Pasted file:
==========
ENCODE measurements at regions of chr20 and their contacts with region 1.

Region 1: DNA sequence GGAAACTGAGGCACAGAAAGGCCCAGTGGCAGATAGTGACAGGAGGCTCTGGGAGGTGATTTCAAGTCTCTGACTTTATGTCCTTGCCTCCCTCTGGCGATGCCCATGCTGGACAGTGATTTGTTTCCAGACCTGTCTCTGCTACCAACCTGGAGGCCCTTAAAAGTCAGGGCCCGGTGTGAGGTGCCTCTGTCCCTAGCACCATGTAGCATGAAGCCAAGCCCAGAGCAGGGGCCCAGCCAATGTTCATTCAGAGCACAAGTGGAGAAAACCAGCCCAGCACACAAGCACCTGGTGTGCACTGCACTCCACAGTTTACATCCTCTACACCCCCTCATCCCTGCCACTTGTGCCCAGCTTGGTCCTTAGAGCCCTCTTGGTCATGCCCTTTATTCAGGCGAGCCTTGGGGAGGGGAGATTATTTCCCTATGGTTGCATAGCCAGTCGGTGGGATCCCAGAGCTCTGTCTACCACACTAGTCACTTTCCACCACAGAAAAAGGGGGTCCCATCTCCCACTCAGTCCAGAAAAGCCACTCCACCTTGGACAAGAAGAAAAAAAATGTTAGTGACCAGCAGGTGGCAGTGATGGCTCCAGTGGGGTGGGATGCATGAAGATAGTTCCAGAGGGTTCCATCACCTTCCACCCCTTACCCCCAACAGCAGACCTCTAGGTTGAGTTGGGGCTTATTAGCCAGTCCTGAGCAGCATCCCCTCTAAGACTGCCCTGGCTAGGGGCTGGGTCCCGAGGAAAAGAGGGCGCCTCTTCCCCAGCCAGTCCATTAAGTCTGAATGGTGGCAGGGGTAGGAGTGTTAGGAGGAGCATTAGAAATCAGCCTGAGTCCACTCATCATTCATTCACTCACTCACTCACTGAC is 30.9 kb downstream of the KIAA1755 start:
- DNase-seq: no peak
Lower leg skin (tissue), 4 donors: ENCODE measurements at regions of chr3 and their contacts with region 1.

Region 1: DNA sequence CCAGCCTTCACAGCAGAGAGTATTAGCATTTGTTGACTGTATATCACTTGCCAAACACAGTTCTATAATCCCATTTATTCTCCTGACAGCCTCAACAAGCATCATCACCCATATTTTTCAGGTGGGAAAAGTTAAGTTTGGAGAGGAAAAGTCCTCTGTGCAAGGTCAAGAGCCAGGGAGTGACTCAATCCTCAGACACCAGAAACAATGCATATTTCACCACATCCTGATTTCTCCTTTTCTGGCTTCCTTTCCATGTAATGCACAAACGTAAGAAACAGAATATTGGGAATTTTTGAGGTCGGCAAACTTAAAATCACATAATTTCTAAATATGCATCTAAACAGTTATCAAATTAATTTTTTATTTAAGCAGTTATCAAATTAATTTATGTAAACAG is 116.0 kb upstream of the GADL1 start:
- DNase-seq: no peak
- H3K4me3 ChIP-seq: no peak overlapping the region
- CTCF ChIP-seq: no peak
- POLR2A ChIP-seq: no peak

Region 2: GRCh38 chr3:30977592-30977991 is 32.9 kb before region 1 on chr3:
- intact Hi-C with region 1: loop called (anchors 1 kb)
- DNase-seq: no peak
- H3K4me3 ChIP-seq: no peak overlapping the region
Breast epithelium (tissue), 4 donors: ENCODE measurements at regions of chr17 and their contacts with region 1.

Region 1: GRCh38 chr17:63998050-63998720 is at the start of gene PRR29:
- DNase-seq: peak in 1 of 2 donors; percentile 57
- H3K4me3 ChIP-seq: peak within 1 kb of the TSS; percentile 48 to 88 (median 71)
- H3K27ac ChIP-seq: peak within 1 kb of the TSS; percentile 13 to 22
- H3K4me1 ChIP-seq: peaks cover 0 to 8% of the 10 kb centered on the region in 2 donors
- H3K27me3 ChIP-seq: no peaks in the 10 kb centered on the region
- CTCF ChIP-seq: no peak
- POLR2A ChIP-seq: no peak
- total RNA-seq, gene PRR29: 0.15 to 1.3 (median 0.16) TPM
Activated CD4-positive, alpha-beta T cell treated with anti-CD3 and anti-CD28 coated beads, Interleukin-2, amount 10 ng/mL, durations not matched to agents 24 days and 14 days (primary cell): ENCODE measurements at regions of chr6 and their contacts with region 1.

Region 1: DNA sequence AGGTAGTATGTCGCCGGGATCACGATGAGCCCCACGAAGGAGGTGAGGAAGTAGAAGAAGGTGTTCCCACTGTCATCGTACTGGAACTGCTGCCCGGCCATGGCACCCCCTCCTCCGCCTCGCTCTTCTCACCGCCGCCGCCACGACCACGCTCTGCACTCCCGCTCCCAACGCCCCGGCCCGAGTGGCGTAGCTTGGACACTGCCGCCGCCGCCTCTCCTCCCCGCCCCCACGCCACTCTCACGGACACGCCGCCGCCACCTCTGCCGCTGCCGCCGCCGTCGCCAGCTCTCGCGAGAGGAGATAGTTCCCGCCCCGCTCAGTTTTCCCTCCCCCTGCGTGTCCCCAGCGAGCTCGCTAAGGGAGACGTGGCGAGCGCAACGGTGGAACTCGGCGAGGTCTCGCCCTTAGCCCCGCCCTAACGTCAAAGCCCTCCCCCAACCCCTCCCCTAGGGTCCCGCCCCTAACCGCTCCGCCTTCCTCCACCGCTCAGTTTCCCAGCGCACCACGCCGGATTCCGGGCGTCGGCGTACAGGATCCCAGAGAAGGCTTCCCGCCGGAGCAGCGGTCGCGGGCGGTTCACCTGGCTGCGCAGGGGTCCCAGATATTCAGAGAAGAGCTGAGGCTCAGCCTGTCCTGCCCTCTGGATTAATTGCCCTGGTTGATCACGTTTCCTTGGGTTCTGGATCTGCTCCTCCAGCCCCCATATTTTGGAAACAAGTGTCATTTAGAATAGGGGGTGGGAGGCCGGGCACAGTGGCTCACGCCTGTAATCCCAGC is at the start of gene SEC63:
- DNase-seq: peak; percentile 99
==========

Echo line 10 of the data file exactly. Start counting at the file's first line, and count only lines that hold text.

Region 2: GRCh38 chr3:30977592-30977991 is 32.9 kb before region 1 on chr3: